What Is An Eating Disorder?

At Oceanaire we understand that many of us have been affected by an Eating Disorder through our friends, family members, loved ones or even ourselves. Below are some definitions of different types of eating disorders and related disorders.

ANOREXIA NERVOSA: individuals with anorexia starve themselves to the point of becoming extremely thin. Both females and males who have anorexia diet obsessively, are preoccupied with food, calories, body weight, exercise and academic or career success. Many of them may suffer secondary conditions such as major depression.

BULIMIA NERVOSA: individuals with bulimia may consume large amounts of food and then purge by vomiting, using laxatives or diuretics, or over exercising. Both females and males may follow strict diets, frequent the restroom during and or immediately after meals, become very secretive, take long showers to hide purging behavior, exhibit mood swings, and oppositional behaviors.

BINGE EATING DISORDER: individuals with binge eating disorder may consume large amounts of food in a short amount of time. Typically they eat rapidly and may skip breakfast and eat larger than normal meals for lunch and dinner. They may also eat a late night meal consisting primarily of carbohydrates and sweet foods. Both females and males may talk about following strict diets yet are often unable to stop binge episodes.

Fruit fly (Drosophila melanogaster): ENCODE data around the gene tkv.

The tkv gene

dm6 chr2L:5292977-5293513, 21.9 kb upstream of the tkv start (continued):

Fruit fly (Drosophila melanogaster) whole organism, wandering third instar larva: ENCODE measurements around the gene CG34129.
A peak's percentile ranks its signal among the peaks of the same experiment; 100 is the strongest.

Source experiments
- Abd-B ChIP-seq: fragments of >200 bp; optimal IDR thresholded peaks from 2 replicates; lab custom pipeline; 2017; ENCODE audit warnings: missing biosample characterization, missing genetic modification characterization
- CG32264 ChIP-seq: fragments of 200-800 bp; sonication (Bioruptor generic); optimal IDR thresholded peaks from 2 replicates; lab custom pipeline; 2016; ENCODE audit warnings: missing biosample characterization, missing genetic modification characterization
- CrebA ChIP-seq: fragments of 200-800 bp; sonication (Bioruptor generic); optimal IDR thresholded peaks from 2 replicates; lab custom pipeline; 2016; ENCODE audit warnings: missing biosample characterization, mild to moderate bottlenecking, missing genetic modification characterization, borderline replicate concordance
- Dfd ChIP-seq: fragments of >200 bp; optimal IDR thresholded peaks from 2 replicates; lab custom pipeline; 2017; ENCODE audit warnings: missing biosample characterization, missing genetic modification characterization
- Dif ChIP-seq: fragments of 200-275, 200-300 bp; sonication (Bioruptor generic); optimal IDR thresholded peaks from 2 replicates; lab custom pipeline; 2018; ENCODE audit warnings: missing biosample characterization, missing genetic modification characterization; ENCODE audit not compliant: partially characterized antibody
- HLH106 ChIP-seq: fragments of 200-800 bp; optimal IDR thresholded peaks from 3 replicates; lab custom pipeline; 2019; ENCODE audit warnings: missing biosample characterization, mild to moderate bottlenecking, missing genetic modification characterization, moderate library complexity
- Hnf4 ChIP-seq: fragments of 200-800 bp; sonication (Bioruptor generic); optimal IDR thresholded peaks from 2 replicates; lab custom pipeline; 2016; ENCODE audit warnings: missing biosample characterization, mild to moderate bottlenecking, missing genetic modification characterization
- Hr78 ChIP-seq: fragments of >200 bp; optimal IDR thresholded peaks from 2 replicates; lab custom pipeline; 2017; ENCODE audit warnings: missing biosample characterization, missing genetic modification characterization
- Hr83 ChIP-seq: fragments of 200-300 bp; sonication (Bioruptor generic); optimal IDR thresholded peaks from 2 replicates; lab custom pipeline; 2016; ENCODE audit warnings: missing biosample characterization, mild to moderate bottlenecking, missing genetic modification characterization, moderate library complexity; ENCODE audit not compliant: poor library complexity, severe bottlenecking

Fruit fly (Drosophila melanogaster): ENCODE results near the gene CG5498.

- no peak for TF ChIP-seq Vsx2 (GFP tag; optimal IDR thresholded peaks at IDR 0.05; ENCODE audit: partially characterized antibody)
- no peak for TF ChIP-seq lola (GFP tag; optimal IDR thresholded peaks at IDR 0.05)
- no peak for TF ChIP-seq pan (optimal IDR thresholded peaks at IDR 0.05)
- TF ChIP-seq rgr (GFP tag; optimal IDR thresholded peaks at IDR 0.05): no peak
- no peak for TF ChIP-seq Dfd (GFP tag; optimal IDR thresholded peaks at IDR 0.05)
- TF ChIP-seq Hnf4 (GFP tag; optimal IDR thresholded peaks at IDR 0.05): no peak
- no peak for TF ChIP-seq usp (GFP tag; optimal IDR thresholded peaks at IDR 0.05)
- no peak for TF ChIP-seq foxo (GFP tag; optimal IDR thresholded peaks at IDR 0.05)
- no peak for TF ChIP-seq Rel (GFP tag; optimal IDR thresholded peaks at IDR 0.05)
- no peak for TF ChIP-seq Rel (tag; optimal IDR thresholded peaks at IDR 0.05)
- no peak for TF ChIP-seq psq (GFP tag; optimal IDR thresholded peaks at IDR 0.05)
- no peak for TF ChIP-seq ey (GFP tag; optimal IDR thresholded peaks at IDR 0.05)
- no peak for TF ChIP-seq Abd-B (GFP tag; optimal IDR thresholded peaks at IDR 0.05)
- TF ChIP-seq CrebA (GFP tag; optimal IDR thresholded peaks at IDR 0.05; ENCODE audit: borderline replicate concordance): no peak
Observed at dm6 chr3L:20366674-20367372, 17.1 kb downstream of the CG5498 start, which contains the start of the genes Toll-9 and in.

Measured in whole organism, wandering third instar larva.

RELATED DISORDERS: Individuals with eating disorders use food to manage psychological fears and emotional feelings which seem overwhelming. The manipulation of food by restriction, bingeing or purging can be a self-soothing mechanism or a distraction from disturbances in their life. While each individuals’ symptoms can be similar to others the underlying issues are unique and can vary greatly. This understanding is important because more often than not, individuals may have more problems than just an eating disorder. Problems beyond the eating disorder are known as Co-Morbid Disorders. During the initiation of treatment, a thorough assessment by an Eating Disorders Specialist can be very helpful in determining if there are co-existing disorders in-conjunction to the eating disorder.

Below is a list of several co-occurring disorders that may be addressed while in treatment:

Major Depression

Anxiety Disorders

Obsessive-Compulsive Disorder (OCD)

Generalized Anxiety


Bipolar Disorder

Self Injurious Behavior

Episodic Rages

Post-Traumatic Stress Disorder (PTSD)

Sleep Disturbances

Chemical Dependency Disorders (Substance Abuse/Addiction)

Suicidal Ideation